Java is, according to most ways of measuring such things, the most popular programming language in the world. In spite of this, there are many persistent myths about the language, even among those who use Java daily.
Since its debut 25 years ago, Java has been seen by some as something less than a "real" programming language. Whether because of Java's genesis as a language designed to program set-top boxes, or because Java's founders had the temerity to promise "write once, run anywhere" functionality for the language, there have been detractors from the beginning.
Yet Java has become popular both as a teaching language in universities and as a general-purpose programming language in many companies. Its popularity is why it's worth examining some of the myths surrounding Java. Whether a myth tends toward the positive or the negative, relying on magical thinking can leave you unprepared for situations in the real world.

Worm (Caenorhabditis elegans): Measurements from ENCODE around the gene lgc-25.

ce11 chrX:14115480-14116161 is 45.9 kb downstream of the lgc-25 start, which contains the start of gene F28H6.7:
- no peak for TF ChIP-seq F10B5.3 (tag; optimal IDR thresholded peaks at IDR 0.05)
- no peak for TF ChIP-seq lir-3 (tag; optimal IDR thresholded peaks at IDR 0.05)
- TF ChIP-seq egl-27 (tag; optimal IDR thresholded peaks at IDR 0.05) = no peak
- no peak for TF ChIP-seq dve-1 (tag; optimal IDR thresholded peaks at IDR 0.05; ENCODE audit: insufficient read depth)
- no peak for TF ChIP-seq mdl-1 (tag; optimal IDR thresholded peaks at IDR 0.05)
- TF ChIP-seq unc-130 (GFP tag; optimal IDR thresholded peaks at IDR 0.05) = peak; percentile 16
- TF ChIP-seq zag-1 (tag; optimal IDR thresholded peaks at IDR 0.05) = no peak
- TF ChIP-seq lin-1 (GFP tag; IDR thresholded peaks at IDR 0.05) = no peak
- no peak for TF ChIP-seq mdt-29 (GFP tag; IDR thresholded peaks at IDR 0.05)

Let's look at nine myths that can keep developers from making full use of Java.
Once you're finished reviewing these, I'd love to know what you think about Java as a programming language. Are there other myths that you've seen or heard about the language? Do you use it as one of your main languages for development?
Are you in the camp that sees Java as unfit for true enterprise programming? Let me know what you think about Java -- and the myths -- in our comments section below.
Curtis Franklin Jr. is executive editor for technical content at InformationWeek. In this role he oversees product and technology coverage for the publication. In addition he acts as executive producer for InformationWeek Radio and Interop Radio where he works with ... View Full Bio
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